A Precedent of Piracy

I want to thank everyone who shared some insight in the Stopping Flagrant Piracy of Mint. While I agree it will be nearly impossible and far too resource intensive to stay one step ahead of the pirates forever, I refuse concede this matter based on the precedent of piracy alone.

I brought this issue to the community because Mint is in an interesting position as pirated software. It’s not hidden away behind a firewall on someone’s desktop. In order for Mint to do what it does, it needs to be on a public facing website. Its user base consists primarily of web-savvy early adopters with integrity and a strong sense of community. Using feeds, Digg and Google they have a good chance of encountering sites running these unlicensed versions of Mint—over the course of their daily browsing—without even knowing it.

It’s a unique situation which I thought could result in a unique solution. The proposed “Neighborhood Watch” Firefox extension is a novel, unobtrusive way to throw a wide net out there to see what we can catch. It allows the community, those sharing the effects of the piracy, to participate in the addressing the problem.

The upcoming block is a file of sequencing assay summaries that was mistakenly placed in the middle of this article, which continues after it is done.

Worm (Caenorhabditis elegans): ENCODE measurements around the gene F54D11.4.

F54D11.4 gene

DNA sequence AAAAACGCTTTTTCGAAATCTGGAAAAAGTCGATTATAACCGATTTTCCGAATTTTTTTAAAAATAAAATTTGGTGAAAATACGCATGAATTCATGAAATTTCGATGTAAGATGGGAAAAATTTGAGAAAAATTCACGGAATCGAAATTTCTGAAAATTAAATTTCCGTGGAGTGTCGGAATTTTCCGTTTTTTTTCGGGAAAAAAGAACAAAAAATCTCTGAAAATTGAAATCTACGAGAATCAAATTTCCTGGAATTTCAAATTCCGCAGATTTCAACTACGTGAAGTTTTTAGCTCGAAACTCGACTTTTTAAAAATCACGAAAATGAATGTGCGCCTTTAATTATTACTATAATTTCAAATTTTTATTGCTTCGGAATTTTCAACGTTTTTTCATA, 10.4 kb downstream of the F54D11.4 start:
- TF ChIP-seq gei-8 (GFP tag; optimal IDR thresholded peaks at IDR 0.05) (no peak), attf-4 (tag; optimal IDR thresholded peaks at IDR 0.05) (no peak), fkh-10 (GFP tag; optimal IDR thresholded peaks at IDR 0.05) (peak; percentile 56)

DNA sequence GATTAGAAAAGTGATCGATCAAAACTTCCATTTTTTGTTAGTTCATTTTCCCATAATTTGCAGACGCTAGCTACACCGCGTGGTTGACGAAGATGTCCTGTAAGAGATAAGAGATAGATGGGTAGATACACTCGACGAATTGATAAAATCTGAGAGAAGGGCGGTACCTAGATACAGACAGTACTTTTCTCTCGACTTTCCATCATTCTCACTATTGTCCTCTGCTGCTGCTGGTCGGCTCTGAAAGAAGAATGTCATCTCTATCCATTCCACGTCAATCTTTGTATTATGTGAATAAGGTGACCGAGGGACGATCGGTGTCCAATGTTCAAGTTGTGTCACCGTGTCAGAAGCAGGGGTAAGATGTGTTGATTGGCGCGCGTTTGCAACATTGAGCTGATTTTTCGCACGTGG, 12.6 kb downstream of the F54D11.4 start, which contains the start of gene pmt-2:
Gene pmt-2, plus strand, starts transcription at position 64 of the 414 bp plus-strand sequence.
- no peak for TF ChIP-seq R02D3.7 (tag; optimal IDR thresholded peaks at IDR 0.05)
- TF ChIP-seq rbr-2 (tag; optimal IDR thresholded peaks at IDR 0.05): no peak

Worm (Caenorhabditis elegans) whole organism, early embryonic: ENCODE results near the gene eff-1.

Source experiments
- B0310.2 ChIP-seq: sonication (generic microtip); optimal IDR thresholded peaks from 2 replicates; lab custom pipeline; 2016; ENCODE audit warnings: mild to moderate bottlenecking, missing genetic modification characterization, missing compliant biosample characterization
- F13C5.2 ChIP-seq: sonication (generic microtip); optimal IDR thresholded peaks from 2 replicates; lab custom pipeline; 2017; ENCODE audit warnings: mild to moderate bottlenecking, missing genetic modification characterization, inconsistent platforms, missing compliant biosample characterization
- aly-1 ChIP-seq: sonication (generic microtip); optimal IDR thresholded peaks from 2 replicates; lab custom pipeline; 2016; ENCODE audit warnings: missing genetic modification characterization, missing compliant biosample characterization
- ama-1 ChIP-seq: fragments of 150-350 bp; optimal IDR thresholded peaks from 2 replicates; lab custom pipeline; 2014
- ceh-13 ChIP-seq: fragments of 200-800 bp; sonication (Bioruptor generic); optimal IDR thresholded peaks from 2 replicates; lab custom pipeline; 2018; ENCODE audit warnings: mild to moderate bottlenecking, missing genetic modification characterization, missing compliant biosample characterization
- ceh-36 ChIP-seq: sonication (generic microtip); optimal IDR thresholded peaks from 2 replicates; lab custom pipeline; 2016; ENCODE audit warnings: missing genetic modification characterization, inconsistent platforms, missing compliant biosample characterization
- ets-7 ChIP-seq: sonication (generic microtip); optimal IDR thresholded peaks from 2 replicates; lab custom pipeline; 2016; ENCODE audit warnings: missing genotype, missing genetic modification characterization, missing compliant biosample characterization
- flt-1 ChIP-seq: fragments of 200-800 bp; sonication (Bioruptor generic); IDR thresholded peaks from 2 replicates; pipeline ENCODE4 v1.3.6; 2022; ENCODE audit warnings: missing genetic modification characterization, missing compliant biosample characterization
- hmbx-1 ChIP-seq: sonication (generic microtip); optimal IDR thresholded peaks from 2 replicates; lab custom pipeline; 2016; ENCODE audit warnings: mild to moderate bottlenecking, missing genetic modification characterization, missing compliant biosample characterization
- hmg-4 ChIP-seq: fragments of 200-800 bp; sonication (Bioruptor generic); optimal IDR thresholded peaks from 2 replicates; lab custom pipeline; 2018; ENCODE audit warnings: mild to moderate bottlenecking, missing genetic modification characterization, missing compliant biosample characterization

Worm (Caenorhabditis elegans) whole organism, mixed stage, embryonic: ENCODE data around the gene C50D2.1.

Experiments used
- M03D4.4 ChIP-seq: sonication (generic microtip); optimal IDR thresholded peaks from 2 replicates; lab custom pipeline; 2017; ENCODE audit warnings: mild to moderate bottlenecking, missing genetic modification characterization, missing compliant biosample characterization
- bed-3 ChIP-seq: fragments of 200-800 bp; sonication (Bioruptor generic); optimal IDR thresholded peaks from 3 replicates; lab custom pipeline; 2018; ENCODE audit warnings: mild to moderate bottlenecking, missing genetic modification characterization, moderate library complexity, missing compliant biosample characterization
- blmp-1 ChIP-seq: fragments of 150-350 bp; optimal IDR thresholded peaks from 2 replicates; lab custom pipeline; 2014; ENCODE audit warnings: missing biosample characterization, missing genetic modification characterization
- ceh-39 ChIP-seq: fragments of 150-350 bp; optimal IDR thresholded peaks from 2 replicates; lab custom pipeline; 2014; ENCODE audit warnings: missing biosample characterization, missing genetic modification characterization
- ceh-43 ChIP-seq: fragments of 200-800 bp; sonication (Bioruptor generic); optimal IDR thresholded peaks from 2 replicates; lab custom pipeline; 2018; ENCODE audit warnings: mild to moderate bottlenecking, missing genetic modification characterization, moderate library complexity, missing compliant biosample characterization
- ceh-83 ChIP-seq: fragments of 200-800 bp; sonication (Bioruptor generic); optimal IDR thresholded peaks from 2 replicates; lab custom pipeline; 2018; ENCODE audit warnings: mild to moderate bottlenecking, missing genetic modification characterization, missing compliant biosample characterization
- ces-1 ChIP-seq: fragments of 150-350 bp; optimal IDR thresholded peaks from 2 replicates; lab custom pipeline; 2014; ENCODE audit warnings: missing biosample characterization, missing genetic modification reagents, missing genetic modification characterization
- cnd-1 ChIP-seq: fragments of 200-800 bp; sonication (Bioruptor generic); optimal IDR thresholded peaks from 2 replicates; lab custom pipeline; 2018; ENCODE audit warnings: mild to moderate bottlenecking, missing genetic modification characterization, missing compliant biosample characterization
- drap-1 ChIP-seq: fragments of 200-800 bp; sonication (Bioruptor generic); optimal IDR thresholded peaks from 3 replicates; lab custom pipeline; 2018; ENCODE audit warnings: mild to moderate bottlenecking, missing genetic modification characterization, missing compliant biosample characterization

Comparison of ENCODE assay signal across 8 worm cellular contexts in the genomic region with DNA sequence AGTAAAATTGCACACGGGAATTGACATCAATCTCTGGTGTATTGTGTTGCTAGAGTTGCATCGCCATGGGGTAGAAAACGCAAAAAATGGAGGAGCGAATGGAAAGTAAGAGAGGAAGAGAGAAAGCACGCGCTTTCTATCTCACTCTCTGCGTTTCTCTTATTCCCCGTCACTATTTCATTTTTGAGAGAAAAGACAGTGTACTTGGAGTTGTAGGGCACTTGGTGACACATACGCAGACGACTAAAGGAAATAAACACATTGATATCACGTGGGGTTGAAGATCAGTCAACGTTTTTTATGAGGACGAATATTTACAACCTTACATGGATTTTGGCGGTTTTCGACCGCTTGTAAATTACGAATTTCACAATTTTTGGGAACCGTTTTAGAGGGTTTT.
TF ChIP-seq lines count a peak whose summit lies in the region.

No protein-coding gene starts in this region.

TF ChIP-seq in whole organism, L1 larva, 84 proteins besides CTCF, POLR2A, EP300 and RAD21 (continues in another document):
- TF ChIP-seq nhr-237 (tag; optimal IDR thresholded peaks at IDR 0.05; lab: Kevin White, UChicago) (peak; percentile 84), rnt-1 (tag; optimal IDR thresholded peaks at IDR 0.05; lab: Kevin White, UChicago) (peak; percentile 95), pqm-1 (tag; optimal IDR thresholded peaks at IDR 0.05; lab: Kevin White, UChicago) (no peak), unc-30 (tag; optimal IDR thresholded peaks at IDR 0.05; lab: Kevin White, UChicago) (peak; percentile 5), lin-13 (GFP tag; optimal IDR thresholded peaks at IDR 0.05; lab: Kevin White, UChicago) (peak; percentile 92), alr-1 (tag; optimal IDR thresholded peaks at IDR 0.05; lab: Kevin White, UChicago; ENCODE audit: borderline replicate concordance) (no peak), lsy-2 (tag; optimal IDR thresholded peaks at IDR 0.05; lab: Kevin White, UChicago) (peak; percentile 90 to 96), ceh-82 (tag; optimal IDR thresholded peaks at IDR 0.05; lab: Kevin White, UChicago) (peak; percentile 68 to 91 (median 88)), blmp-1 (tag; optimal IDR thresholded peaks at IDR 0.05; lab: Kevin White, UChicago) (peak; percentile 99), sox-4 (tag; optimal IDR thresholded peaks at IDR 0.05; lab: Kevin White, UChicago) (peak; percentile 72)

There have been some really great suggestions so far. As mentioned in my Ruby on Rails post I am working on a solution that ties the availability of support to your account status on haveamint.com. That said I won’t be closing the forums to the public. There’s a value to being able to see what problems others have encountered—and that they were promptly resolved—before laying down your hard earned green.

The new Peppermill will allow anyone to browse available Pepper but require login to download (Of course, Pepper developers can still host their plug-ins on their own site). However, I don’t think locking down distribution of Pepper will have much of an affect—it hasn’t helped Mint in respect to this piracy.

Enquire Within Upon Everything
Shaun Inman
February 5th, 2006 at 10:24 am